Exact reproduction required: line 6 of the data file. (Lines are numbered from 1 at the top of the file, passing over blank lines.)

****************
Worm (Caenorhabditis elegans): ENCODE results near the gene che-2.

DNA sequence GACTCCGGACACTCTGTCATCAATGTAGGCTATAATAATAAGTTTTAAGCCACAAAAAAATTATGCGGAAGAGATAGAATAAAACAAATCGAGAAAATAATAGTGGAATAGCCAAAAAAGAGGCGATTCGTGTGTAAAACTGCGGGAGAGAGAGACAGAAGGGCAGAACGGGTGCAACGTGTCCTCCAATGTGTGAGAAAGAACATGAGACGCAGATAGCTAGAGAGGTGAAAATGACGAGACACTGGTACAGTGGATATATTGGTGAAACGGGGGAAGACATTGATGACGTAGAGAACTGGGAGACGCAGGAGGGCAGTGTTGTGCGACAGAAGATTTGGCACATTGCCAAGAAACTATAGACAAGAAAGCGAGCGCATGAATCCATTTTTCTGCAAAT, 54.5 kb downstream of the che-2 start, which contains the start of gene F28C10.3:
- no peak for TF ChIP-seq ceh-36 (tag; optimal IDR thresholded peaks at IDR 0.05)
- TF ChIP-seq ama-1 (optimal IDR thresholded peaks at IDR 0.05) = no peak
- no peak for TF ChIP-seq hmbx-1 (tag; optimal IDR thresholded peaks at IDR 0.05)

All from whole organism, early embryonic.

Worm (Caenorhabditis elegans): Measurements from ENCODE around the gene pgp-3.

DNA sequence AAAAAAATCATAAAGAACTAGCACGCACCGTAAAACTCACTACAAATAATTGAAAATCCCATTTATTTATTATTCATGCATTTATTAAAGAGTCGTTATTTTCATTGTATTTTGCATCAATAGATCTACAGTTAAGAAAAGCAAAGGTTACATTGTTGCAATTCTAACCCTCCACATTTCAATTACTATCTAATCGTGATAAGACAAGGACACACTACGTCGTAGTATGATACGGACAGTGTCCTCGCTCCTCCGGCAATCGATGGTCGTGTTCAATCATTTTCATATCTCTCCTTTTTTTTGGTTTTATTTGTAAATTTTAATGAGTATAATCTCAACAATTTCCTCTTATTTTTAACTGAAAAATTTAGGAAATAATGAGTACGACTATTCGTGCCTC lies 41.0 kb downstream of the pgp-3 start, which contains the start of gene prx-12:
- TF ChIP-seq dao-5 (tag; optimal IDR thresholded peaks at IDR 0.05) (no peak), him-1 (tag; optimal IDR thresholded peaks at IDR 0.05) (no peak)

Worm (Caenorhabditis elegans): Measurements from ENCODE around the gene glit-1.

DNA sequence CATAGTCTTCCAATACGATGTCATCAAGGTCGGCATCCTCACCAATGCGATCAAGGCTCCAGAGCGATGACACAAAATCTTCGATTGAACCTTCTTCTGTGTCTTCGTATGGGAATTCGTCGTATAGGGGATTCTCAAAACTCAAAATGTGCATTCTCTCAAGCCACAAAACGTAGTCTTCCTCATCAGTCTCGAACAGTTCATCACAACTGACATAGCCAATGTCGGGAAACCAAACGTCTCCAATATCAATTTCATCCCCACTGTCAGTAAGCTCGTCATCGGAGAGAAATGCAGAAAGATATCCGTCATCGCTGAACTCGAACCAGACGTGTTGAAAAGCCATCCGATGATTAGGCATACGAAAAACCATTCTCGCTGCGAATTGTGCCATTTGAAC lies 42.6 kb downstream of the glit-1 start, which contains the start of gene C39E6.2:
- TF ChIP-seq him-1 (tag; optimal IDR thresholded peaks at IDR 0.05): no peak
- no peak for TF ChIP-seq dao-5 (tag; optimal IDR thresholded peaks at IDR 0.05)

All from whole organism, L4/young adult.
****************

All from whole organism, early embryonic.